I’m fascinated by my husband’s fear of flying. In all other areas of his life he’s calm, laid back and logical. A little socially awkward and shy but very down to earth and grounded. He’s funny, too, really funny — it’s one the of the reasons I fell in love with him. Not that that has anything to do with flying but when I’m describing him to others, his sense of humor always comes to mind.
Ask him to take a plane ride and the smart, logical man I married disappears. He turns into a puddle of worry, stress and obsessive thoughts about dying in a plane crash.
I actually enjoy flying. I still look out the window like a child, in awe of our ability to make and operate these giant machines that transport us around the world in the air. I mean it’s freakin’ unbelievable if you think about and I’m grateful to experience it. Right now I’m in Vegas, 2,100 miles from home and it look only 5 and half hours to get here.
That’s amazing! And I feel so lucky to live during a time when it’s possible to travel across the county in mere hours instead of days or even weeks.
The Husband does, too, but it doesn’t help remove the real fear he experiences about flying.
I convinced him to join me on this trip to Vegas. He loves it here (we drove in 2005 and that is fun, too!) and he knew the only way he’d be able to come back without exhausting his vacation time was to fly. So he hesitantly agreed.
Yesterday was the big day. He nervously mentioned the flight throughout the week. You can tell the fear of flying was already weighing on him.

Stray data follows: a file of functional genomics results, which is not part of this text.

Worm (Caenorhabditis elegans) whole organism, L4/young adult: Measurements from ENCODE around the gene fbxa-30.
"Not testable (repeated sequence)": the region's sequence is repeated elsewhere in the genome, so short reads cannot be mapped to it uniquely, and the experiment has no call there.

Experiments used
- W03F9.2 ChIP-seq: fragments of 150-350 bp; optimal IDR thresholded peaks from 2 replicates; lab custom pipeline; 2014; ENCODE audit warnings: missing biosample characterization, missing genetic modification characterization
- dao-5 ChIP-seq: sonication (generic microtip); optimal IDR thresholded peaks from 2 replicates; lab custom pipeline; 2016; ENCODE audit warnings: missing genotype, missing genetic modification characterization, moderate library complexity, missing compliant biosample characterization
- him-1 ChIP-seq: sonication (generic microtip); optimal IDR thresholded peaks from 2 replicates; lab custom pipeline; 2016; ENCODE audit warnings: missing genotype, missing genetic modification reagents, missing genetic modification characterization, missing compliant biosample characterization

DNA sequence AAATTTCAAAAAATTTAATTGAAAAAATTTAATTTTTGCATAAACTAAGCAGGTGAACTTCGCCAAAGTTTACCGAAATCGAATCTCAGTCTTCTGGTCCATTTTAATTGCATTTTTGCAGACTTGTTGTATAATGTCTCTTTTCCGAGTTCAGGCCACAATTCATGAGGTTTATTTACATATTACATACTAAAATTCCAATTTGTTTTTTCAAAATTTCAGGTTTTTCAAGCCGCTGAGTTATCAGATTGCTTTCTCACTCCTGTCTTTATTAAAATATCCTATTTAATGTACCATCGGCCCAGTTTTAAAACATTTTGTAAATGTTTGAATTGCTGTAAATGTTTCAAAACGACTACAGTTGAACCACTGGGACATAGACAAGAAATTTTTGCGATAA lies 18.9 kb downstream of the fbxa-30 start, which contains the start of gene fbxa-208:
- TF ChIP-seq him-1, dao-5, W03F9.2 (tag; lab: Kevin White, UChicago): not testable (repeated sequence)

We had an early departure so waking up at 5 a.m. and rushing didn’t give him much time to ponder on the way to the airport. Then, the line at security took so long we had to rush through the terminal to board.
In hindsight this was probably a good thing. He had no time to sit, ponder and visualize the plan crashing over and over again. We were go-go-go then settled into our seats.
Take-off was fine. He just sat back and tried to relax.
We downloaded a few movies to watch during the flight and they successfully distracted him to the fact he was 30,000 feet up. I mean, I’m sure it popped into his head now and then but it was mostly a smooth ride so he was able to relax.
Then the turbulence hit just before descent.
I tried to distract him with Skymall magazine but it wasn’t working.
(Side note: We found our ugly sweaters for this year’s Christmas party!)
That’s when I asked if he’d rather I talk to him or leave him alone. He closed his eyes and said, “I’m fine” and we held hands until we landed.
When we landed and the plane stopped he said,
“Well, even if we die on the flight home we at least got to enjoy Vegas!”
That, right there, is when I realized how real the fear of flying is for him (and I’m assuming others). The flight home didn’t even occur to me and besides short “oh shit” moments during a flight’s rough turbulence, I really never stew over the idea that I may die on a plane ride. Sure, it’s a possibility but so is getting hit by a semi on the highway.
I don’t understand it but I respect it, and I’m proud of The Husband for stepping out of his comfort zone once again for me.